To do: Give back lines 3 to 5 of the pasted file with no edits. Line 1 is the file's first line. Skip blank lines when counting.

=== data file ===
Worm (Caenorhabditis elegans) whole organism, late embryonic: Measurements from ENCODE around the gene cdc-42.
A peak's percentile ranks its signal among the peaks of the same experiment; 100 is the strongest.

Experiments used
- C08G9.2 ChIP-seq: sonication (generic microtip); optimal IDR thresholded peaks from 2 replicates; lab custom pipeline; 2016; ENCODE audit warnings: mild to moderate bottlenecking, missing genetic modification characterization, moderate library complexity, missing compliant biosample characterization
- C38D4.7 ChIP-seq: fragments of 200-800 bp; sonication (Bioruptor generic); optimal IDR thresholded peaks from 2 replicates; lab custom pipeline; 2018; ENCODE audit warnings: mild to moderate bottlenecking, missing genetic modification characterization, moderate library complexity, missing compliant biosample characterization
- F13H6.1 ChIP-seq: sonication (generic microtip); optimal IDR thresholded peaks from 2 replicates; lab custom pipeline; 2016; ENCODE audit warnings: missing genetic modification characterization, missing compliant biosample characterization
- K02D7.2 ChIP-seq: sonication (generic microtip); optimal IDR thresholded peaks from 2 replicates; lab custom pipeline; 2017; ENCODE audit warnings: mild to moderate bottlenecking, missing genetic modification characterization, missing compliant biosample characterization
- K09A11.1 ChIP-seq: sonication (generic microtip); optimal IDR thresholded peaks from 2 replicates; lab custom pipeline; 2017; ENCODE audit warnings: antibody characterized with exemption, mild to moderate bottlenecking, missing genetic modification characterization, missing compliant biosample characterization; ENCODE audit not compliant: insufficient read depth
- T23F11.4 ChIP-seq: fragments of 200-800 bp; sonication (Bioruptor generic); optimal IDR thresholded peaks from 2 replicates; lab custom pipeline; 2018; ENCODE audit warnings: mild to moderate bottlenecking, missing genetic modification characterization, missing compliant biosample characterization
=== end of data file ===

Experiments used
- C08G9.2 ChIP-seq: sonication (generic microtip); optimal IDR thresholded peaks from 2 replicates; lab custom pipeline; 2016; ENCODE audit warnings: mild to moderate bottlenecking, missing genetic modification characterization, moderate library complexity, missing compliant biosample characterization
- C38D4.7 ChIP-seq: fragments of 200-800 bp; sonication (Bioruptor generic); optimal IDR thresholded peaks from 2 replicates; lab custom pipeline; 2018; ENCODE audit warnings: mild to moderate bottlenecking, missing genetic modification characterization, moderate library complexity, missing compliant biosample characterization